Skye held her dad’s job now. Gage knew this, because they’d fallen into an accidental correspondence nearly a year ago. When planning his R & R a few months back, he’d thought of her and the cove and made a snap decision to rent the beach house where he’d spent those idyllic summers. To surprise his pen pal, he’d reserved it under a fictitious name.
He couldn’t wait for her reaction when she saw him.
His palms itched, and for a moment he regretted leaving his cameras packed in the car. His hands seemed too empty without them, though he hadn’t felt much like taking photos lately, which worried him a little.
Maybe Beach House No. 9 would be the antidote to that, too.
Ahead was the simple clapboard structure that was the one-room management office. He slowed his approach, taking in the small yard enclosed by a white picket fence that was brightened by bougainvillea vines of varied colors: fuchsia, white, coral and red. The front door stood open, and a woman’s voice floated over the threshold, the notes snatched away by the cool breeze before he could make out the words.
He stepped over the low gate instead of chancing squeaky hinges that might give him away. Then he strolled up the path until he came to a stop on the small, stamp-sized doorstep. The midmorning sun was bright, the interior of the office dark in comparison. Feet planted on the concrete, Gage peered into the dim interior.
A woman was half-turned away from him, a phone pressed to her ear. “Sure, I can email you a scanned copy of Edith’s letter to Max. Yes, they are my great-great-grandparents. Sure. Fine.” She paused to listen.
For the life of him, Gage couldn’t figure out what Griffin’s warning was all about. Yeah, his recollection of Skye stalled on her at about eleven years old, but this grown-up version didn’t clash with his memory. She’d had that long, coffee-dark hair as a little girl. The woman before him was average height, he’d say, and looked slender, though she was wearing a pair of baggy jeans and a long-sleeved sweatshirt that could have been her father’s.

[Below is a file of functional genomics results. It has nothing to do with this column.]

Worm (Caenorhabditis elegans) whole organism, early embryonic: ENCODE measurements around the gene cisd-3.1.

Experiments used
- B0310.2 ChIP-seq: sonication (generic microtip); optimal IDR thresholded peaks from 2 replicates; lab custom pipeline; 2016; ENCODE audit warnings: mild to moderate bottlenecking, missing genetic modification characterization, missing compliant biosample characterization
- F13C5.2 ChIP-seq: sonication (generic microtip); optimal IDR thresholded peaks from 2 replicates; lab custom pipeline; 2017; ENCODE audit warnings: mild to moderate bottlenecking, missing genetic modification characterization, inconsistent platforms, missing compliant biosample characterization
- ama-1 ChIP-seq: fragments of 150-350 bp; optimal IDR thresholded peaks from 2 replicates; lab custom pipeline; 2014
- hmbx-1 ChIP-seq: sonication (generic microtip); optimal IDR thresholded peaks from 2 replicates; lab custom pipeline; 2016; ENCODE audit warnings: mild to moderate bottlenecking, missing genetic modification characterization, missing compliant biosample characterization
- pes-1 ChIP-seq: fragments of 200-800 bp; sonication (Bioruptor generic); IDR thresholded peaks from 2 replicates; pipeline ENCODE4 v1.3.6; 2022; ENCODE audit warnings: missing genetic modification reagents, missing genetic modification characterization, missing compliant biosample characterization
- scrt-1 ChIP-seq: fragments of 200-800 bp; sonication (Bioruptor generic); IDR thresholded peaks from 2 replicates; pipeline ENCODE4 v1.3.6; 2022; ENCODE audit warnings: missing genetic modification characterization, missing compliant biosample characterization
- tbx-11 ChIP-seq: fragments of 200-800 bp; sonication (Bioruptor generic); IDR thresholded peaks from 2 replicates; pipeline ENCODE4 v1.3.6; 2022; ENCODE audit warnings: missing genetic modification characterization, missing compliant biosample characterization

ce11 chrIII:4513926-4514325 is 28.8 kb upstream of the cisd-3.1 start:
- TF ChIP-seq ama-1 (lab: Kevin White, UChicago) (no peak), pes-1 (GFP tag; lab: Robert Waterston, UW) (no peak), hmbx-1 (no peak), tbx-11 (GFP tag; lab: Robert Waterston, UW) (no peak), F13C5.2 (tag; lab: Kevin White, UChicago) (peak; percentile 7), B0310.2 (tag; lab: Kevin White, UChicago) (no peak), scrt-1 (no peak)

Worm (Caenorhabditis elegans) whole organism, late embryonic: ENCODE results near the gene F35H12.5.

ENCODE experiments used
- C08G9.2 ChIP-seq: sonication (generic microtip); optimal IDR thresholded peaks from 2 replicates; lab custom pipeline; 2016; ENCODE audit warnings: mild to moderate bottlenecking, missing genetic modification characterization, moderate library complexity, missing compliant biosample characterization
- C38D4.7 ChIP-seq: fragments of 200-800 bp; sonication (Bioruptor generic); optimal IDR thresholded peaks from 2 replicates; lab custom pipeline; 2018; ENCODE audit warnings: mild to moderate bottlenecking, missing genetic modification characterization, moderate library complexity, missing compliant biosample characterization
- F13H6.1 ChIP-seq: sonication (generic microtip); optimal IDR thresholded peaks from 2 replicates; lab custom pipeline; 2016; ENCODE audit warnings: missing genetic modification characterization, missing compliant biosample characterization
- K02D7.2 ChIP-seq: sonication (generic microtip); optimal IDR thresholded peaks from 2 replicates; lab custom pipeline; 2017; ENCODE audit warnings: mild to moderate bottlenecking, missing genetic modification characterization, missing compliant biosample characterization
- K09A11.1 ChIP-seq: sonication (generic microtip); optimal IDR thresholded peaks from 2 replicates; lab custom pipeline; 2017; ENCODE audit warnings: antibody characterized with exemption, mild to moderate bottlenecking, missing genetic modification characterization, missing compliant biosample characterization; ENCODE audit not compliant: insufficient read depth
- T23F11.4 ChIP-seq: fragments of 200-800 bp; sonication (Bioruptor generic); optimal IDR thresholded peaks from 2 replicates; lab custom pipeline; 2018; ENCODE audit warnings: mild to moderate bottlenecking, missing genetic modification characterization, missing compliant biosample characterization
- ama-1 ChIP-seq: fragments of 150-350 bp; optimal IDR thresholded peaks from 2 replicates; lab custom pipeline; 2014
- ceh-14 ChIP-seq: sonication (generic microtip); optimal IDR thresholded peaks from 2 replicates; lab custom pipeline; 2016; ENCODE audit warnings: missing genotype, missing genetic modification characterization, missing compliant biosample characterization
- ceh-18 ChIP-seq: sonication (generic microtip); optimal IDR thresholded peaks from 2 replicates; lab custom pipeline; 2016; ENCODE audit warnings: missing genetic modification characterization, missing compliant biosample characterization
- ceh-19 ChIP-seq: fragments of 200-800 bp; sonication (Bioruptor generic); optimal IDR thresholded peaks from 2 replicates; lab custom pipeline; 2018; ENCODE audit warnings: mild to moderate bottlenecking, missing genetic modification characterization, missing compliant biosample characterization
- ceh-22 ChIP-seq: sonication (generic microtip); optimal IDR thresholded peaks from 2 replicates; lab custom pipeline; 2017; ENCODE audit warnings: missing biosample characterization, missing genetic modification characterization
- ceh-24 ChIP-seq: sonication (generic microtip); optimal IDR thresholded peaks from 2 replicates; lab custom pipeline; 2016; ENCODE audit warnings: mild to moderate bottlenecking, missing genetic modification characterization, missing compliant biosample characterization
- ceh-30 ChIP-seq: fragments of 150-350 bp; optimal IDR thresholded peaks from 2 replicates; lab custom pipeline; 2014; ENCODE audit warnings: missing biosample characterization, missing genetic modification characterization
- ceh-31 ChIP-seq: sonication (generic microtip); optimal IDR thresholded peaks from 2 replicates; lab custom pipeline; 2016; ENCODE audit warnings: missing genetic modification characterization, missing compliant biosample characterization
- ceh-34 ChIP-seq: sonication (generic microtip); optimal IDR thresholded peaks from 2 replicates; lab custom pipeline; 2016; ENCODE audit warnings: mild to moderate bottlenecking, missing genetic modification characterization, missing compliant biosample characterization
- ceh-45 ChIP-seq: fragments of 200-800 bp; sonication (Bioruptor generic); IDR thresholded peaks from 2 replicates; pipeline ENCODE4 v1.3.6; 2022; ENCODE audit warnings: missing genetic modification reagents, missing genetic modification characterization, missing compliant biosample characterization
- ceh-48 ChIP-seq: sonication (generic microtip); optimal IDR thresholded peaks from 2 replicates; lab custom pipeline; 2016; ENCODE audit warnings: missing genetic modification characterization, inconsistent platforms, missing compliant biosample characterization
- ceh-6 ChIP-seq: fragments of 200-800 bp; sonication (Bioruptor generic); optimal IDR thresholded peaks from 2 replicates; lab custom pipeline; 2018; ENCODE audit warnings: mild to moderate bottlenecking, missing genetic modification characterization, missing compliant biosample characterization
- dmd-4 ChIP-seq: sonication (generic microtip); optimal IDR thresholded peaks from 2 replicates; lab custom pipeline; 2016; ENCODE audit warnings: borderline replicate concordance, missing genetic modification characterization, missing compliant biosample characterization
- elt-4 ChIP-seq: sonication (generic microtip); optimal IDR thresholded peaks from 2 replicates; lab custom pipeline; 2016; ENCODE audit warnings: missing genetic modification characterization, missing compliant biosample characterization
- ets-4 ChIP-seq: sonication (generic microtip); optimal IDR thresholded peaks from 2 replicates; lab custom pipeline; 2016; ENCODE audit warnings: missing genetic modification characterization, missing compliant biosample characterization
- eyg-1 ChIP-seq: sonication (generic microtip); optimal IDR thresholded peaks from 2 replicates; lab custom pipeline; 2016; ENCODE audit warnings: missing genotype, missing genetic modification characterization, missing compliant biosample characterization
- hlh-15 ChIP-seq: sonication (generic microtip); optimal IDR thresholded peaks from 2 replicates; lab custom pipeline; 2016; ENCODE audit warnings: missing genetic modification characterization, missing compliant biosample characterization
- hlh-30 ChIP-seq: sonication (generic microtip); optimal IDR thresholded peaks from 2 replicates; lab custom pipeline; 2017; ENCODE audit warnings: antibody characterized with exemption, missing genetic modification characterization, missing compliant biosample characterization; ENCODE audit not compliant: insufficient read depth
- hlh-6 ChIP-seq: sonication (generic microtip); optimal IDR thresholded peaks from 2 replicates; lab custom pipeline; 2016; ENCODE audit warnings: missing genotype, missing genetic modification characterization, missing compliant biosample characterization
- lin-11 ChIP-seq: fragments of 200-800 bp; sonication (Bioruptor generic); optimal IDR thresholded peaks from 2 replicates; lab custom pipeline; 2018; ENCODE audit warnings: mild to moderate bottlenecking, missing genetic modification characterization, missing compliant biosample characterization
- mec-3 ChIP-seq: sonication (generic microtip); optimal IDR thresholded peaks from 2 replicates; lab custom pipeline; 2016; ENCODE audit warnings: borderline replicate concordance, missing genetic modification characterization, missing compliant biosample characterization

The phone conversation seemed to be winding down, and Gage felt another surge of eagerness. He couldn’t remember the color of her eyes or the shape of her nose, but any moment now she’d turn his way and he’d have a face to put with those letters that had become so vital to him during his hellish two-week ordeal in the middle of nowhere.
“I’m thrilled you’ll be featuring the cove in an upcoming edition of the paper. Thank you. If I can answer any more questions, Ali, don’t hesitate to call.” She clicked off the phone, but still didn’t glance toward the door.
Gage felt a smile tugging at the corners of his mouth. He didn’t move or say anything for another long moment, while the ocean breeze played with the hem of his jeans and the tail of his thin white shirt. It was stupid, maybe, but he felt as if he was poised on the brink of something and he wondered, weirdly, if he should have brought flowers.
Then, rejecting the odd thought, he lifted his foot to enter Skye’s domain. The movement must have alerted her to his presence. She whirled to face him.
And screamed bloody murder.
Salutations from a childhood friend! Your missive to your twin reached me at Crescent Cove’s property management office. Thought you should know Griffin’s not expected at Beach House No. 9 until April. Loved the picture on the front of the postcard—one of yours? Over the years, I’ve noticed your photo credit lines in magazines and newspapers and remember the camera you carried every summer, strapped to your chest like a second heart.
Hope this finds you in good health, Skye Alexander
Thanks for the info re: Griff. Are you still playing tea party at your dad’s desk in the Crescent Cove office? Because I can see you there in my memory. What summers we had! When it’s blistering hot here, I take off to the cove in my imagination and lie on the wet sand, letting the cool Pacific wash over my skin. When the temperature turns freezing, I remember our tribe of Cove kids playing beach soccer under a burning sun. Do shore crabs still make you squeal?